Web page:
Publishing Scientific Results

Ready-to-go demos

For many projects, we will prepare attractive demos. We want to be able to show a working demo at any moment in time. Therefore, we want to have special branches in git that contain fully stand-alone demos, including a slide deck, that can just be checked out and used directly.

Handling datasets and results

Assuming you have only the software in a (private) git repo, you might want to also add and share with others the data and results related to that software:

Making software citable

Digital Object Identifiers are globally unique identifiers which can point to any digital object, such as a version of a paper, a version of software etc. This has the advantage that it is unambigous and standardized. For papers, using DOIs is commonplace, and a DOI is usually provided by the publisher. For software, you can make your own DOI with zenodo:

  • Make a Zenodo account and link it with your github account as explained on
  • Add a .zenodo.json file to the root of your repository. File format largely follows that of the REST API For example:

          "description": "This is the description that will be used on Zenodo instead of the release title, readme content, or github repo subtitle.",
          "license": "Apache-2.0",
          "title": "Just the name of the tool here, no need to include the github organization or version",
          "upload_type": "software",
          "creators": [
                  "affiliation": "Netherlands eScience Center",
                  "name": "Spaaks, Jurriaan H."
                  "affiliation": "Netherlands eScience Center",
                  "name": "Diblen, Faruk"
          "access_right": "open",
          "keywords": [
              "the keywords",
              "I have all the best keywords"

    Note that including version information as well as date information in the .zenodo.json file is not advised, Zenodo can accurately derive that from the information that GitHub provides in its webhook. Regarding the license information, choose one from this list:

  • Make a release in github
  • Zenodo automatically tracks the release and generates a unique DOI
  • Use the DOI for citing your software
  • A badge can be added to the README reflecting the DOI of the latest release

Available archival / preprint servers or services

Data storage and preservation

We strongly advise to store your research data in a secure location where regular back-ups of the data are made, before you start working with the data. If it is logistically impossible to store the data in a secure location immediately after data collection then here are some tips on how to improve data preservation in the time window in between data collection and data arrival at a secure location. For example, you collect data on humans in an environment without (secure) internet connection and need to temporarily store your data offline on a laptop before being able to upload it to a data archive.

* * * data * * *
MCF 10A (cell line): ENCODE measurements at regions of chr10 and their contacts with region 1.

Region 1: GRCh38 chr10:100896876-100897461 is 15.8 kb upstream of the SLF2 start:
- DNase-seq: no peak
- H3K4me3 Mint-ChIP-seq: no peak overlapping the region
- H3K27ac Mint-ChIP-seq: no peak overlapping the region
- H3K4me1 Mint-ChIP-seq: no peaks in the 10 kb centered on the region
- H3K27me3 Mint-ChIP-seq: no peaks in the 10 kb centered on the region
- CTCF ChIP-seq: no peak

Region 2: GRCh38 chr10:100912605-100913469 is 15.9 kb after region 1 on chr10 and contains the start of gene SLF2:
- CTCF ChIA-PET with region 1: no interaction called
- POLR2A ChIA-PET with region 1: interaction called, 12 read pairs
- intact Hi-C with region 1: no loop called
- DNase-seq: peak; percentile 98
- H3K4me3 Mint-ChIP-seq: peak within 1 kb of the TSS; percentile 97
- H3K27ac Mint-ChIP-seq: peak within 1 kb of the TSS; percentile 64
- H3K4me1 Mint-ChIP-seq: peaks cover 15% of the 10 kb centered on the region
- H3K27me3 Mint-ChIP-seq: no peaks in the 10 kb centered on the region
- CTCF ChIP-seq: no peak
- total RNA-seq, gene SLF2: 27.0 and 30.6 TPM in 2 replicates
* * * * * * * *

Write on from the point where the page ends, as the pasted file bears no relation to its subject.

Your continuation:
Tips for short term storage

Checksum and sign your data archive:

  • Do a checksum on your files to check preservation of integrity. This means you will need to store the checksum somewhere, usually they are tiny, so they can be provided along with the data. In fact, some Linux distributions provide the checksum of the iso image so you can check your image when you download it. Storing checksums within the filename is not common practice anymore. A lot of data formats allow storing the checksum in the file; ie. the metadata part contains the checksum of the data part.

File permissions and location:

  • If you need to work with your data, but do not plan to change it then set file access permissions to read only.
  • Try to avoid processing files that are also being synced with a cloud platform (like dropbox or onedrive).
  • Try to make a back-up if possible and store this back-up at a different physical location.

Specific remarks on person identifiable information:

  • Do not do anything without consulting your privacy consultant.

Tips for long term storage

For long term storage we advise researchers based in The Netherlands to explore the services of SURFsara website, the Collaborative organization for ICT in Dutch education and research, including but not exclusively:

  • Surfdrive for secure data sharing up to 250 GB.
  • Data archive for long term storage of extremely large datasets.

For researchers outside the Netherlands alternative data storing platforms include: